Cooke-Aquaculture-Fish-Farm-Escaped-Salmon-Beau-Garreau.png

Fish Farm Lowballed Number of Escaped Atlantic Salmon, Misled Regulator: Report

It’s been a nightmarish year for Washington State’s only active Atlantic salmon farming company — Canada’s Cooke Aquaculture Inc.

On Tuesday, a Cooke subsidiary was found responsible for an August 2017 fish farm mishap that released up to 263,000 Atlantic Salmon into Washington’s Puget Sound — in addition to misleading the public and regulators about the cause, and lowballing the number of fish that escaped.

Those were the key findings of an investigation led by Washington’s Department of Ecology, Department of Fish and Wildlife and Department of Natural Resources (DNR) — which started last fall after a net pen near Cypress Island in Puget Sound (about 50 km east of Victoria) broke up on August 19.

“The collapse was not the result of natural causes,” said Hilary Franz, commissioner of public lands at a press conference Tuesday.  “Cooke’s disregard caused this disaster and recklessly put our state’s aquatic ecosystem at risk.”

On the same day this was announced, the state also fined the company $322,000 for violations of Washington state water quality laws associated with the August incident.

The outcome of the investigation is just the latest setback for Cooke and a nascent Atlantic salmon farming industry attempting to gain a foothold in Washington state — currently the only Pacific U.S. state where Atlantic salmon are farmed in ocean net pens.

In December, the Department of Natural Resources terminated Cooke’s lease of aquatic lands at Port Angeles — one of four sites the company has in the state — alleging multiple violations, and prompting the company to launch legal action that is pending. A month later, a coalition of Washington state tribes demanded that legislators outlaw Atlantic salmon farming in Puget Sound altogether.

But by far the most serious risk to Atlantic salmon farming in Washington state is the threat that lawmakers will phase out the industry for good. A case in point: a bill co-sponsored by Washington Senator Kevin Ranker that would prohibit the state from awarding new (or renewing old) farm leases like those run by Cooke continues to advance.

Could the bad news of this investigation be a final nail in the coffin for Atlantic salmon farming in Washington state?

What really happened?

State investigators say that last August, tidal currents at Cypress Island pushed against a heavy build-up of mussels and other organisms on the nets — weighing 110 tons in all — and overwhelming the pen’s mooring system and crushing the pen. Not only did Cooke fail to remove the mussels and clean the pens as they should have, the investigators concluded, they did not take “necessary precautions” after an earlier July incident that saw the Cypress Island net pens shift under the force of strong currents.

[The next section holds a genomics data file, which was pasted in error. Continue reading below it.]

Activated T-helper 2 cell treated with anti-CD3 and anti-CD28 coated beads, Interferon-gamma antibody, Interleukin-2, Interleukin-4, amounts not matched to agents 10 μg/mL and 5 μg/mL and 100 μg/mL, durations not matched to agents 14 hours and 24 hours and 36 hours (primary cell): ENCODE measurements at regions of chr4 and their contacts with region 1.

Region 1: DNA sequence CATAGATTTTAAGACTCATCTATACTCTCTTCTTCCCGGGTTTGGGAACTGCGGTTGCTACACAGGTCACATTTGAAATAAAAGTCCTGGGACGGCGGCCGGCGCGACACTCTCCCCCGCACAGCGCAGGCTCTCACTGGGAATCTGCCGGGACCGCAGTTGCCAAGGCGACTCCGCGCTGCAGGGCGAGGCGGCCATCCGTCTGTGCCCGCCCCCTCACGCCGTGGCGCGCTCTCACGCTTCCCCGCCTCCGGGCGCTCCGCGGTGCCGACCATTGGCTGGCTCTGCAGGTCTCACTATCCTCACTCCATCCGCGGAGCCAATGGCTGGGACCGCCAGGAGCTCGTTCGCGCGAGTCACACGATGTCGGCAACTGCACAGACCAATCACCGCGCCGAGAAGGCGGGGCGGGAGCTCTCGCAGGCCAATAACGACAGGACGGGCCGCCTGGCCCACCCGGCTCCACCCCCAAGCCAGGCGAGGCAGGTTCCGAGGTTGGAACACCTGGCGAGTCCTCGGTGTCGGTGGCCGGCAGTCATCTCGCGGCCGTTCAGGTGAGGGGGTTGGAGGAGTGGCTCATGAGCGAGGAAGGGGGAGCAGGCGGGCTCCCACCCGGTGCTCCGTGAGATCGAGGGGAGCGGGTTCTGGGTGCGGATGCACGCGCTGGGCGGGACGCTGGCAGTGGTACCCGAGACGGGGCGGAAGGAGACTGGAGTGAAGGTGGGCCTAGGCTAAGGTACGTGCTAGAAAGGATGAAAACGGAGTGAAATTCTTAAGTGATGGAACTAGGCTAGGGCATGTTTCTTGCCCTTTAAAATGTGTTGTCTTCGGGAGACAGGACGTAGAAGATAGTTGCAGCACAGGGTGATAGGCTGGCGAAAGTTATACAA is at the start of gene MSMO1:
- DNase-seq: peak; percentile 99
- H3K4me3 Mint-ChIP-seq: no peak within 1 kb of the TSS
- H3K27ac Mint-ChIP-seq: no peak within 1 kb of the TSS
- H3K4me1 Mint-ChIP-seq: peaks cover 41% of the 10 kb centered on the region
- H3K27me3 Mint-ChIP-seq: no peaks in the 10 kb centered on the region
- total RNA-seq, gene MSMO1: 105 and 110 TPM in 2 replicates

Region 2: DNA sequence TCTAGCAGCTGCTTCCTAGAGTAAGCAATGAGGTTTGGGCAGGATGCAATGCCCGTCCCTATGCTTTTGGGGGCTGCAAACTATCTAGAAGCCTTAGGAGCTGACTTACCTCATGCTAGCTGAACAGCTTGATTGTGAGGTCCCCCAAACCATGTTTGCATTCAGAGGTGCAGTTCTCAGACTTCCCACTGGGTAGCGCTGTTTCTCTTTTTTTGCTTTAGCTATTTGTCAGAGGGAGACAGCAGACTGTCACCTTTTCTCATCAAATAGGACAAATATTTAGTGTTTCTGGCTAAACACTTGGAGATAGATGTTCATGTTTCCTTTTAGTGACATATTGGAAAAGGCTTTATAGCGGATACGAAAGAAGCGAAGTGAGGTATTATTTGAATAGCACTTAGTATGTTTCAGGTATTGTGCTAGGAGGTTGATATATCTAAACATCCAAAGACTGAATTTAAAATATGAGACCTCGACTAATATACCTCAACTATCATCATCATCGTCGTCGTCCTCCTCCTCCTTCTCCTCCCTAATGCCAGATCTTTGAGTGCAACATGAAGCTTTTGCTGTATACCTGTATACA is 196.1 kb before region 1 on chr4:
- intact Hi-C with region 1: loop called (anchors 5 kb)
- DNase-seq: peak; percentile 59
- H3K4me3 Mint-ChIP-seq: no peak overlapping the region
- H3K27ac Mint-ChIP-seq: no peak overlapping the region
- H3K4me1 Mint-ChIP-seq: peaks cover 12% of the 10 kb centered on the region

“The results of our investigative report clearly show a significant violation of Washington’s water quality laws,” said Ecology Director Maia Bellon on Tuesday. “Cooke Aquaculture could have prevented this failure.”

Company underestimated escaped fish: state report

Based on Cooke’s reports, it was widely reported that 160,000 fish escaped as a result of the incident.

But state investigators on Tuesday said Cooke “misrepresented” the number of fish it harvested when the pen collapsed, which ultimately low-balled the total number of unaccounted fish.

Of the 305,000 fish in the pen, the company claimed to have extracted 145,000 fish, but the investigators concluded that Cooke could only have removed a maximum of 62,000 fish. The state now says the real number of escaped Atlantics could be as high as 263,000.

The issue of escapes has been high profile because wild Pacific salmon continue to struggle and the prospects of competition and disease transmission from escaped Atlantic salmon could hasten the decline.

Since the escapes, fishermen in Washington and B.C. have caught about 2,000 Atlantic salmon while Washington’s Lummi Nation, which declared a state of emergency after the disaster, has recovered at least 20,000.

A Washington Department of Fish and Wildlife map details the location of Atlantic farmed salmon caught and reported by anglers.

B.C. First Nations and Washington tribes protest

On January 18, Lummi Nation chairman Jeremiah Jay Julius joined 20 other Washington Treaty Tribal leaders in demanding that Washington lawmakers immediately enact legislation to remove Atlantic salmon from Washington waters.

“Too much is at stake — and the risks are too great — to allow Atlantic salmon aquaculture to continue now,” reads the letter.